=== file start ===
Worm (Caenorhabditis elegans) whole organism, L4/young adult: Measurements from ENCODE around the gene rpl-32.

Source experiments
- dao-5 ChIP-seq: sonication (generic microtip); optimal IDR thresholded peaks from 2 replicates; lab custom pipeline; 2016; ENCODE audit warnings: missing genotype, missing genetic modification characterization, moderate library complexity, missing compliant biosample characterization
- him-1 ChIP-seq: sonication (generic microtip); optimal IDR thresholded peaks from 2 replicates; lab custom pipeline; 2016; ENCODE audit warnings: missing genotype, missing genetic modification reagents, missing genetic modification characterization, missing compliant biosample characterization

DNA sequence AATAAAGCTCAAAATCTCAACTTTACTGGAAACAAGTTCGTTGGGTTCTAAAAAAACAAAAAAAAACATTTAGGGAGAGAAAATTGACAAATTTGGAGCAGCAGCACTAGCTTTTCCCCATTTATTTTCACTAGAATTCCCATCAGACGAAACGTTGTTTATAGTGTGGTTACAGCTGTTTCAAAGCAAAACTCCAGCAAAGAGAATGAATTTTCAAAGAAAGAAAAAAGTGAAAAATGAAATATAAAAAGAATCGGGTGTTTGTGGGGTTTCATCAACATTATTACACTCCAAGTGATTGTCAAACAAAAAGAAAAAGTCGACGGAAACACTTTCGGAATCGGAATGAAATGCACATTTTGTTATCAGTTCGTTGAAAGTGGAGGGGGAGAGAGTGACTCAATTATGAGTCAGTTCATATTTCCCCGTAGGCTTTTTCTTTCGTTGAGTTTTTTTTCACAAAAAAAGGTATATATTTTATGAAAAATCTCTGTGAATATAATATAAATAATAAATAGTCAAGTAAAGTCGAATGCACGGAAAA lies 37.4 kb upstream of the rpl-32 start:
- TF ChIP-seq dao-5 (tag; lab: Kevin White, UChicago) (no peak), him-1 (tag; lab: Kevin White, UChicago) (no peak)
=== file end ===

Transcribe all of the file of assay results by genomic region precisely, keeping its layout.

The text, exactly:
Worm (Caenorhabditis elegans) whole organism, L4/young adult: Measurements from ENCODE around the gene rpl-32.

Source experiments
- dao-5 ChIP-seq: sonication (generic microtip); optimal IDR thresholded peaks from 2 replicates; lab custom pipeline; 2016; ENCODE audit warnings: missing genotype, missing genetic modification characterization, moderate library complexity, missing compliant biosample characterization
- him-1 ChIP-seq: sonication (generic microtip); optimal IDR thresholded peaks from 2 replicates; lab custom pipeline; 2016; ENCODE audit warnings: missing genotype, missing genetic modification reagents, missing genetic modification characterization, missing compliant biosample characterization

DNA sequence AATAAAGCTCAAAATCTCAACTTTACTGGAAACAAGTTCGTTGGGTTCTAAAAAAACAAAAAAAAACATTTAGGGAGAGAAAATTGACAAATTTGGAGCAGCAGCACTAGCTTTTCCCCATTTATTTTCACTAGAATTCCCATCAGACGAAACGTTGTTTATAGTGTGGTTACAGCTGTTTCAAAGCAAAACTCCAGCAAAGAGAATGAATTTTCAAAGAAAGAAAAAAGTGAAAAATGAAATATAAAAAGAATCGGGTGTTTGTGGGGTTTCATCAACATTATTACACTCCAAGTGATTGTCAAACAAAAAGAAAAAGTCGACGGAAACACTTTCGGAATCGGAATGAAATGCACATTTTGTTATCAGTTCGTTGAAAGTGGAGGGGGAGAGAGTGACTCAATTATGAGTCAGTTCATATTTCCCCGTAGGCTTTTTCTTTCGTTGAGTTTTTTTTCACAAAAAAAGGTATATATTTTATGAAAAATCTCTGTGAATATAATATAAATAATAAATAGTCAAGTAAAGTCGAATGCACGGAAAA lies 37.4 kb upstream of the rpl-32 start:
- TF ChIP-seq dao-5 (tag; lab: Kevin White, UChicago) (no peak), him-1 (tag; lab: Kevin White, UChicago) (no peak)